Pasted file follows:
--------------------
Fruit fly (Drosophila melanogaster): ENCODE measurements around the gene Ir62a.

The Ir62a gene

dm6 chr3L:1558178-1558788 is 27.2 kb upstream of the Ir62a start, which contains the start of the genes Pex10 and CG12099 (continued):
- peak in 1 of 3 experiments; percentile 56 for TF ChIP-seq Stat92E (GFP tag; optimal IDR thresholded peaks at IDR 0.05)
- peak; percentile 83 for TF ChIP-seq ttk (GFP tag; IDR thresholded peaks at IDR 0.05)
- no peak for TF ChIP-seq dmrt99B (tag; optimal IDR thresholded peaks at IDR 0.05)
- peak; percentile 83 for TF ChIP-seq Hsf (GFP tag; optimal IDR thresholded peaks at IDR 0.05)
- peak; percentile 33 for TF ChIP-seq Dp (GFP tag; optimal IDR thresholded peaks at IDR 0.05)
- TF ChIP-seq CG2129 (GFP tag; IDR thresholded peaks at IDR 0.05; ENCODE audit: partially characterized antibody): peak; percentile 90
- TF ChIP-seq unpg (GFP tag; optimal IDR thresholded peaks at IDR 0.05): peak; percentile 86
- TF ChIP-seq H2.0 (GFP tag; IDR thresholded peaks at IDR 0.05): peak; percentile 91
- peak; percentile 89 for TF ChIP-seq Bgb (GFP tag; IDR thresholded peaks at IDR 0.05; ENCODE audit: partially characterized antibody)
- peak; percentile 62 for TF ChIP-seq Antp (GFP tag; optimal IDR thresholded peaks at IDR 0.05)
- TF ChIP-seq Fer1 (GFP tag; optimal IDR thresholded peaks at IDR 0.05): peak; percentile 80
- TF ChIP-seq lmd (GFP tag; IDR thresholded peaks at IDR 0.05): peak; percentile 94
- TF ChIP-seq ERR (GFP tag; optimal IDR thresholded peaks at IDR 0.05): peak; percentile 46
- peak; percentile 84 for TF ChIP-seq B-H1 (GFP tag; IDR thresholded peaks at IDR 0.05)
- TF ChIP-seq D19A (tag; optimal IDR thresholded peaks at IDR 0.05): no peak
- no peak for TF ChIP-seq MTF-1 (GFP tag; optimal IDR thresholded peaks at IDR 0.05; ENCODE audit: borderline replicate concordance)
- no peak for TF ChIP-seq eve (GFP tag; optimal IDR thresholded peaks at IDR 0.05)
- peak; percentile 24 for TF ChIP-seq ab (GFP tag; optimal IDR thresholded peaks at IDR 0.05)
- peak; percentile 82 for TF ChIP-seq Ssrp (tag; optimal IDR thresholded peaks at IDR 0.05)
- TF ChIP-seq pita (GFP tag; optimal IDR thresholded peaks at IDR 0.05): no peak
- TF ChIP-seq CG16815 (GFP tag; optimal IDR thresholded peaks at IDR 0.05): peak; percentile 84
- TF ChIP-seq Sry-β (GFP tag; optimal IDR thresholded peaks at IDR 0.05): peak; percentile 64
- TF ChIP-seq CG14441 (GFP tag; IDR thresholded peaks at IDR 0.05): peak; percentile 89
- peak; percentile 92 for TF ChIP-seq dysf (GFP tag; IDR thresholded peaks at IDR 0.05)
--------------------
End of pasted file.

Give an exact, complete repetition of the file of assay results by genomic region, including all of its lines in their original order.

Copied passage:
Fruit fly (Drosophila melanogaster): ENCODE measurements around the gene Ir62a.

The Ir62a gene

dm6 chr3L:1558178-1558788 is 27.2 kb upstream of the Ir62a start, which contains the start of the genes Pex10 and CG12099 (continued):
- peak in 1 of 3 experiments; percentile 56 for TF ChIP-seq Stat92E (GFP tag; optimal IDR thresholded peaks at IDR 0.05)
- peak; percentile 83 for TF ChIP-seq ttk (GFP tag; IDR thresholded peaks at IDR 0.05)
- no peak for TF ChIP-seq dmrt99B (tag; optimal IDR thresholded peaks at IDR 0.05)
- peak; percentile 83 for TF ChIP-seq Hsf (GFP tag; optimal IDR thresholded peaks at IDR 0.05)
- peak; percentile 33 for TF ChIP-seq Dp (GFP tag; optimal IDR thresholded peaks at IDR 0.05)
- TF ChIP-seq CG2129 (GFP tag; IDR thresholded peaks at IDR 0.05; ENCODE audit: partially characterized antibody): peak; percentile 90
- TF ChIP-seq unpg (GFP tag; optimal IDR thresholded peaks at IDR 0.05): peak; percentile 86
- TF ChIP-seq H2.0 (GFP tag; IDR thresholded peaks at IDR 0.05): peak; percentile 91
- peak; percentile 89 for TF ChIP-seq Bgb (GFP tag; IDR thresholded peaks at IDR 0.05; ENCODE audit: partially characterized antibody)
- peak; percentile 62 for TF ChIP-seq Antp (GFP tag; optimal IDR thresholded peaks at IDR 0.05)
- TF ChIP-seq Fer1 (GFP tag; optimal IDR thresholded peaks at IDR 0.05): peak; percentile 80
- TF ChIP-seq lmd (GFP tag; IDR thresholded peaks at IDR 0.05): peak; percentile 94
- TF ChIP-seq ERR (GFP tag; optimal IDR thresholded peaks at IDR 0.05): peak; percentile 46
- peak; percentile 84 for TF ChIP-seq B-H1 (GFP tag; IDR thresholded peaks at IDR 0.05)
- TF ChIP-seq D19A (tag; optimal IDR thresholded peaks at IDR 0.05): no peak
- no peak for TF ChIP-seq MTF-1 (GFP tag; optimal IDR thresholded peaks at IDR 0.05; ENCODE audit: borderline replicate concordance)
- no peak for TF ChIP-seq eve (GFP tag; optimal IDR thresholded peaks at IDR 0.05)
- peak; percentile 24 for TF ChIP-seq ab (GFP tag; optimal IDR thresholded peaks at IDR 0.05)
- peak; percentile 82 for TF ChIP-seq Ssrp (tag; optimal IDR thresholded peaks at IDR 0.05)
- TF ChIP-seq pita (GFP tag; optimal IDR thresholded peaks at IDR 0.05): no peak
- TF ChIP-seq CG16815 (GFP tag; optimal IDR thresholded peaks at IDR 0.05): peak; percentile 84
- TF ChIP-seq Sry-β (GFP tag; optimal IDR thresholded peaks at IDR 0.05): peak; percentile 64
- TF ChIP-seq CG14441 (GFP tag; IDR thresholded peaks at IDR 0.05): peak; percentile 89
- peak; percentile 92 for TF ChIP-seq dysf (GFP tag; IDR thresholded peaks at IDR 0.05)